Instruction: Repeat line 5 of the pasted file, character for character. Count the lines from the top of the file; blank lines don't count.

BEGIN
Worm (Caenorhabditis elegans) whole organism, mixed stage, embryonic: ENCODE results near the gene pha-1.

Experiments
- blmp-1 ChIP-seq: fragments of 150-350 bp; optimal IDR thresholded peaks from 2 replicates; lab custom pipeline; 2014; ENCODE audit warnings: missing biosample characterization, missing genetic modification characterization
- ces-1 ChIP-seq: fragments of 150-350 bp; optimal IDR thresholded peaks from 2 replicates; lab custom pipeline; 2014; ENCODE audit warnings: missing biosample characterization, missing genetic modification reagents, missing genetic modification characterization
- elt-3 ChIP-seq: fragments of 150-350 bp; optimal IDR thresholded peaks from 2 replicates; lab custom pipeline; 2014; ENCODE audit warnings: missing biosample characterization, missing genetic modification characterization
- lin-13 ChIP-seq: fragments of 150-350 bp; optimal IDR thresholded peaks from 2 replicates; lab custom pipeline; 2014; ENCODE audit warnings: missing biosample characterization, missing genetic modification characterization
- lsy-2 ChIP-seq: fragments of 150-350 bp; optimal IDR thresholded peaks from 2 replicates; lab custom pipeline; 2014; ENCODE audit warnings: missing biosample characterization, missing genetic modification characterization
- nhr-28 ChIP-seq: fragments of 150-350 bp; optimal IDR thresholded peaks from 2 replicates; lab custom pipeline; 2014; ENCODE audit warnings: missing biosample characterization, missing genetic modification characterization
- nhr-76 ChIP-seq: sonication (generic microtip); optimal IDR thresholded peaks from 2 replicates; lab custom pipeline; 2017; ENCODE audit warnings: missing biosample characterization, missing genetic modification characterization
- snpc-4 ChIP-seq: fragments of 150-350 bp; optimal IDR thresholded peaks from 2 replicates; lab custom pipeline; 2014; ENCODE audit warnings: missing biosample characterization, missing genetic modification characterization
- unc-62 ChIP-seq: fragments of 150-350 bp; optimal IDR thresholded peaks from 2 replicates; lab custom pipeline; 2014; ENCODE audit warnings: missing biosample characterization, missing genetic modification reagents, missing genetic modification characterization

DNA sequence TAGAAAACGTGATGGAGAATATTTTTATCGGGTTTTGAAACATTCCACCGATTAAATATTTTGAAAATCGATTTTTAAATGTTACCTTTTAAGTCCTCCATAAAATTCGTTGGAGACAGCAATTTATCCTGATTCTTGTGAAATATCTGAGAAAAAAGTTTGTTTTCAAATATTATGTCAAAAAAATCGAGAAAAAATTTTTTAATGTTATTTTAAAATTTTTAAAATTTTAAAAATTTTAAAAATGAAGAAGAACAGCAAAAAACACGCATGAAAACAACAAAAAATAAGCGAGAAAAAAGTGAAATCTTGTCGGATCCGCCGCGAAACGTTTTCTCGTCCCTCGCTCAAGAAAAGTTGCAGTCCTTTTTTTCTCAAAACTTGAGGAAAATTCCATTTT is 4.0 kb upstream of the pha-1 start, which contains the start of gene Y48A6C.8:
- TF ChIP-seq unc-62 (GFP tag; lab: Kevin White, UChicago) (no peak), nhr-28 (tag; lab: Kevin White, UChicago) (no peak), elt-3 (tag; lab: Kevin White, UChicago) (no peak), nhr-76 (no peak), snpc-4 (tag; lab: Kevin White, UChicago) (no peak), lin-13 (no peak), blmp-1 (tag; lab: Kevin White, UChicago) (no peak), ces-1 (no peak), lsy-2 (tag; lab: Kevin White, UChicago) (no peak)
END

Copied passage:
- elt-3 ChIP-seq: fragments of 150-350 bp; optimal IDR thresholded peaks from 2 replicates; lab custom pipeline; 2014; ENCODE audit warnings: missing biosample characterization, missing genetic modification characterization